New hot papers – May 2010

Scott C. Doney talks with ScienceWatch.com and answers a few questions about this month’s New Hot Paper in the field of Geosciences. The author has also sent along images of his work.



Article Title: Ocean Acidification: The Other CO2 Problem
Authors: Doney, SC;Fabry, VJ;Feely, RA;Kleypas, JA
Journal: ANNU REV MAR SCI, Volume: 1, Page: :169-192, Year: 2009
* Woods Hole Oceanog Inst, Woods Hole, MA 02543 USA.
* Woods Hole Oceanog Inst, Woods Hole, MA 02543 USA.
* Calif State Univ, Dept Biol Sci, San Marcos, CA 92096 USA.
* NOAA, Pacific Marine Environm Lab, Seattle, WA 98115 USA.
* Natl Ctr Atmospher Res, Inst Study Soc & Environm, Boulder, CO 80307 USA.

Why do you think your paper is highly cited?

Over the past few years, ocean acidification has emerged rapidly as an important issue touching broadly on many aspects of marine chemistry, biology, and even geology. Our paper is a timely resource that provides one of the few concise overviews of the current state of knowledge and the scientific challenges involved.

Does it describe a new discovery, methodology, or synthesis of knowledge?

The paper is a synthesis of the scientific literature, bringing together disparate information on topics ranging from observed changes in seawater chemistry over the past several decades to laboratory and field studies that measure how organisms respond to elevated carbon dioxide (CO2) levels.

Would you summarize the significance of your paper in layman’s terms?

When we burn fossil fuels for energy, CO2 gas is released into the atmosphere. Some of this anthropogenic CO2 dissolves in the ocean, where it changes seawater chemistry in several ways, including increasing acidity.

Ocean acidification appears to slow calcium carbonate shell and skeleton growth by many plants and animals; on the other hand, elevated CO2 levels may increase the growth rates of some photosynthetic organisms.

At present, the ability of marine life to acclimate and adapt to these increasing levels of CO2 is unclear, as is the overall impact on marine ecosystems.

How did you become involved in this research, and were there any problems along the way?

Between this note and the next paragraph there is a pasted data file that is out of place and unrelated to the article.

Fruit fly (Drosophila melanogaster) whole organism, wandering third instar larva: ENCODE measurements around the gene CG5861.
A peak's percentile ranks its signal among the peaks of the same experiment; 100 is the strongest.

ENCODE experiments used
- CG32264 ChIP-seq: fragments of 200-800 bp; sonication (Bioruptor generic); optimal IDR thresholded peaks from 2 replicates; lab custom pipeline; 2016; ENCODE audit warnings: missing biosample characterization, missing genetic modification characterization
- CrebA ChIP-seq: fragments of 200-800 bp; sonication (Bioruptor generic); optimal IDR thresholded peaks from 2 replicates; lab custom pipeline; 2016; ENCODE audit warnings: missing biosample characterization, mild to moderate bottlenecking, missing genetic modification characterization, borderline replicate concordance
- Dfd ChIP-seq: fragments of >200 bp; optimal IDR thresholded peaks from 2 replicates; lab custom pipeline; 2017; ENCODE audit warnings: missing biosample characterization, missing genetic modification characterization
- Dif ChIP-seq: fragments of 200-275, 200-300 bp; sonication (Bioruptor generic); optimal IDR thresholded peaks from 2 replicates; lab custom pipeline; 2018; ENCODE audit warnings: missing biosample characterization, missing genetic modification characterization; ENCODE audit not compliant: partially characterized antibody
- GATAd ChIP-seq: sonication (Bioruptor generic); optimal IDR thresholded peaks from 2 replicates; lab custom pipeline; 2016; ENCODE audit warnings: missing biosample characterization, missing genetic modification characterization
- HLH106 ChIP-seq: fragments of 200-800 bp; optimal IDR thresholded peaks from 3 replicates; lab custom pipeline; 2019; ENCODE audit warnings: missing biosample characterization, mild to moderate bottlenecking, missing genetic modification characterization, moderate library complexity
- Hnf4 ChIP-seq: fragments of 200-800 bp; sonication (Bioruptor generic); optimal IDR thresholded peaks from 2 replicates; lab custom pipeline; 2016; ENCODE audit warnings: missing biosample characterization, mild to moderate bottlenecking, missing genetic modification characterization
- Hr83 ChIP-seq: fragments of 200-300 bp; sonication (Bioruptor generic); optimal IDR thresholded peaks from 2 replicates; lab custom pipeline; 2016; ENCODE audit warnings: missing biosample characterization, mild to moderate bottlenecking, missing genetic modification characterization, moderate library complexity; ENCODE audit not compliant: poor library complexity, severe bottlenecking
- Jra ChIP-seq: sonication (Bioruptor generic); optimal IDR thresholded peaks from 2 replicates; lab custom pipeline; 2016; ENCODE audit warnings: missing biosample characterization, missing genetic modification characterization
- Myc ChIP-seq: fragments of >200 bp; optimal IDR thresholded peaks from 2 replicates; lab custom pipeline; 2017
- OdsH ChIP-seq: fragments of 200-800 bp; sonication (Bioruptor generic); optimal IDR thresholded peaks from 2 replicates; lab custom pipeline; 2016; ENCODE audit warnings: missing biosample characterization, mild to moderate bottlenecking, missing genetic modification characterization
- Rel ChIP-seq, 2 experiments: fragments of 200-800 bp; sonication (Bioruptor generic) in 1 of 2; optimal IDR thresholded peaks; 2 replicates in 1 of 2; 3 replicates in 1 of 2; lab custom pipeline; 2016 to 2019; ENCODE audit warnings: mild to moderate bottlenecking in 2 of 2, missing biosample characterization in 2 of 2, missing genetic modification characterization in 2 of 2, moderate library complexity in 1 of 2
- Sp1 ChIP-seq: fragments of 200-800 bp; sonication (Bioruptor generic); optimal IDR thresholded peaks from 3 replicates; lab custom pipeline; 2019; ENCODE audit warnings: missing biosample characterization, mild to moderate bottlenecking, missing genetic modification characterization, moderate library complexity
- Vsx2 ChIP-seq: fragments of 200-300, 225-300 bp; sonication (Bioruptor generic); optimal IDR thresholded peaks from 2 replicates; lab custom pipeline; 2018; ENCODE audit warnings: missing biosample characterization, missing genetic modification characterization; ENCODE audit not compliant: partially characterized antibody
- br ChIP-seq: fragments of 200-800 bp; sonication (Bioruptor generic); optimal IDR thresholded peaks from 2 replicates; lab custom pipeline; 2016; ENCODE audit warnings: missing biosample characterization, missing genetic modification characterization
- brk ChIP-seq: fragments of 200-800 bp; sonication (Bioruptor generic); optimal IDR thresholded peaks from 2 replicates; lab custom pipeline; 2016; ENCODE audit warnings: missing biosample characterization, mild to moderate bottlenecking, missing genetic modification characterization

My background is in ocean tracer chemistry and numerical modeling, and for a number of years I have worked to quantify oceanic uptake of anthropogenic CO2.

My coauthors are pioneers in assessing biological responses to ocean acidification, in particular for coral reefs and pteropods — small planktonic marine mollusks. Their passion for their research helped draw me to study not just how seawater chemistry is changing but how these changes may alter marine ecosystems.

Where do you see your research leading in the future?

I am fascinated by several unresolved questions: how will rising CO2 (and falling dissolved oxygen, a result of climate warming) affect marine microbes and ocean biogeochemistry?

Could oceanic acidification alter marine food-webs, especially in polar latitudes and coastal upwelling regions where surface waters may become corrosive for some carbonate minerals in the near future?

What are the possible social and economic consequences of ocean acidification for coastal and island communities and nations, and are there practical adaptation strategies?

Do you foresee any social or political implications for your research?

Ocean acidification has the potential to negatively impact the marine fisheries, aquaculture, and coral reefs that many people depend upon for food and economic well-being. Better scientific understanding is needed to provide improved information for worldwide decision-makers.

Scott C. Doney, Ph.D.
Senior Scientist
Marine Chemistry and Geochemistry
Woods Hole Oceanographic Institution
Woods Hole, MA, USA

ScienceWatch.com, May 2010. Article.

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